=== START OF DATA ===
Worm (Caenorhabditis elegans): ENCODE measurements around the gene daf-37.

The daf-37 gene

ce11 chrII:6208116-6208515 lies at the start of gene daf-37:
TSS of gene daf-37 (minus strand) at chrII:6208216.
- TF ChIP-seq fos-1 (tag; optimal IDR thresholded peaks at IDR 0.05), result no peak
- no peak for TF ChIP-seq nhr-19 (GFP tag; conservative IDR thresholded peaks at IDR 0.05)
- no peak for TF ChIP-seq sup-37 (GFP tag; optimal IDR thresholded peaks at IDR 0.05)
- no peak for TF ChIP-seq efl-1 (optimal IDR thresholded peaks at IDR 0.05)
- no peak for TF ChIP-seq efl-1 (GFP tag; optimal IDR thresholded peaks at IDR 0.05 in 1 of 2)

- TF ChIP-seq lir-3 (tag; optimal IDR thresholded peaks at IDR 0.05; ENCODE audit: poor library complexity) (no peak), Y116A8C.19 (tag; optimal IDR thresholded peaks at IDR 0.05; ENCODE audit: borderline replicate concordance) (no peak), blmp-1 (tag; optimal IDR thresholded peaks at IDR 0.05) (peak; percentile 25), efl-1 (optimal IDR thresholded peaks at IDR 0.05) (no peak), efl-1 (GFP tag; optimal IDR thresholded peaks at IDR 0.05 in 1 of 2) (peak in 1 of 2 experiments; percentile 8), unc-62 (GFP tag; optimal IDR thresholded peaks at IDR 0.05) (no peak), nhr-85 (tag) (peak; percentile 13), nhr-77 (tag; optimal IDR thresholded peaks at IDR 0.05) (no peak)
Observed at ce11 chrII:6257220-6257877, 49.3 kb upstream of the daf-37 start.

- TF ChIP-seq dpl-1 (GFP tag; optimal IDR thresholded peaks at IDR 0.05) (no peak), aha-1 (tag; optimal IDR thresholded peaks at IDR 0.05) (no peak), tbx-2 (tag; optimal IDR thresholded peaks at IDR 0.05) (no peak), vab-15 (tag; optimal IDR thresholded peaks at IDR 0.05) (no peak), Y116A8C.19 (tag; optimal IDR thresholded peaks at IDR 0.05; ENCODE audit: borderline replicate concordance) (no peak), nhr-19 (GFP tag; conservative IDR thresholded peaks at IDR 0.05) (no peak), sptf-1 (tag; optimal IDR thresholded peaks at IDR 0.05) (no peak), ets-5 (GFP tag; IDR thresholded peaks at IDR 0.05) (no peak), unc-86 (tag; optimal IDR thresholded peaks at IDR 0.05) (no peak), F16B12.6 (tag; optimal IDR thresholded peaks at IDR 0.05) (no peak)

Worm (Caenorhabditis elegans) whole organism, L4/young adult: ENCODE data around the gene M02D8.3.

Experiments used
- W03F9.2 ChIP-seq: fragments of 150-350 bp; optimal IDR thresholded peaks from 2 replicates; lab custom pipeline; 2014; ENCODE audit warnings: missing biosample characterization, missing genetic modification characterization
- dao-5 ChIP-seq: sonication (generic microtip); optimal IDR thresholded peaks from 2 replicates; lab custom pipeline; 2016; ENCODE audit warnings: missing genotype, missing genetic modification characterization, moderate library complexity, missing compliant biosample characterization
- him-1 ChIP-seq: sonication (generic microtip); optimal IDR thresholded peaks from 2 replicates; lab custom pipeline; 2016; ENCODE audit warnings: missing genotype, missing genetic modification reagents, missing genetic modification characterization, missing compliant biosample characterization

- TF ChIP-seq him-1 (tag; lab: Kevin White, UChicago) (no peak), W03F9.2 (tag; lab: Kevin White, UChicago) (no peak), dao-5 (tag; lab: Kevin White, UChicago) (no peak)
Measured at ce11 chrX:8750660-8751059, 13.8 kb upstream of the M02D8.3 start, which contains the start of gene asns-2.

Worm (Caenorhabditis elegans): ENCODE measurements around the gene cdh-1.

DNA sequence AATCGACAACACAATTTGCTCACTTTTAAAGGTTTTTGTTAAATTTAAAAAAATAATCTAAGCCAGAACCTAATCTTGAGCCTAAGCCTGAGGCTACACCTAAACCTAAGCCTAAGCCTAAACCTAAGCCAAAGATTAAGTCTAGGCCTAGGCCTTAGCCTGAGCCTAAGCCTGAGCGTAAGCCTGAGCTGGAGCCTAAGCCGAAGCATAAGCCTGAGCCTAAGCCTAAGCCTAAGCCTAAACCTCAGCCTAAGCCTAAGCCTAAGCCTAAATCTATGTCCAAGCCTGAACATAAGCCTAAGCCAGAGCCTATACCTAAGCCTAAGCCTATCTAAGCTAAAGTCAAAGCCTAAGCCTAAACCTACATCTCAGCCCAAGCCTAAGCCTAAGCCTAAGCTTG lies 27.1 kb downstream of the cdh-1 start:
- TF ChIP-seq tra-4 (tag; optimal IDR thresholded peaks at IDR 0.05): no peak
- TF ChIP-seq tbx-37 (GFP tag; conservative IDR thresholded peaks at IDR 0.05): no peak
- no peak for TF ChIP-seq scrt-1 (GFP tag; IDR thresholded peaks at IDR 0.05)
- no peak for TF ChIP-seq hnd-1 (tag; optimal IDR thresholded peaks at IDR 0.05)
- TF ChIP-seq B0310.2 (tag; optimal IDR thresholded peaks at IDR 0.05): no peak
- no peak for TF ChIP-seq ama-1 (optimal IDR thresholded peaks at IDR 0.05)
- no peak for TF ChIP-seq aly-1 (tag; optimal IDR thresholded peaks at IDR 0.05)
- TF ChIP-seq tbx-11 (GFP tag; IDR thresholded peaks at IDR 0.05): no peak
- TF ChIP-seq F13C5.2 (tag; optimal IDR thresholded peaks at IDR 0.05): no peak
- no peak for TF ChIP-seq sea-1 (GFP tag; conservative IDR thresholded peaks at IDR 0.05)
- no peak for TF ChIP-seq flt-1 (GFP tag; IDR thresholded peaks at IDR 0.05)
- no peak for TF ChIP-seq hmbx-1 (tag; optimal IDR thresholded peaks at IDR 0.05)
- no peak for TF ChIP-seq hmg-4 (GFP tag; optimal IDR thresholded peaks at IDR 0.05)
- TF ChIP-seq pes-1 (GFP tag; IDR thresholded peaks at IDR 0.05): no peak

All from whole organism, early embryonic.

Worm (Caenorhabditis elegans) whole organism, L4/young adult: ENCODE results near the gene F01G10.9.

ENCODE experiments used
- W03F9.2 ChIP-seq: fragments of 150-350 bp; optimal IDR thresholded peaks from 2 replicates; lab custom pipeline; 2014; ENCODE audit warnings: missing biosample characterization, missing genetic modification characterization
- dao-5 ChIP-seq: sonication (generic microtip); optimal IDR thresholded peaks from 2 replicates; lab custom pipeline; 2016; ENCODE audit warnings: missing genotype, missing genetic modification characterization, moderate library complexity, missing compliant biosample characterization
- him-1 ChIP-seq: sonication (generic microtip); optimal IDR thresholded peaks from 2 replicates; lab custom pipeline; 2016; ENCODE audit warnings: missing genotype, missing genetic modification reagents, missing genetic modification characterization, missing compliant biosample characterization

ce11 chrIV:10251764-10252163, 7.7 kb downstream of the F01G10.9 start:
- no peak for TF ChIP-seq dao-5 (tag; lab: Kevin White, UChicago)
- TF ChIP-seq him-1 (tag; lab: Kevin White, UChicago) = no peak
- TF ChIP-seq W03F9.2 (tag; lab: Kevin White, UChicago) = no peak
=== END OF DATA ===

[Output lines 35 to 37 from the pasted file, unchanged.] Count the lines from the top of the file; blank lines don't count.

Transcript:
- TF ChIP-seq pes-1 (GFP tag; IDR thresholded peaks at IDR 0.05): no peak

All from whole organism, early embryonic.

Worm (Caenorhabditis elegans) whole organism, L4/young adult: ENCODE results near the gene F01G10.9.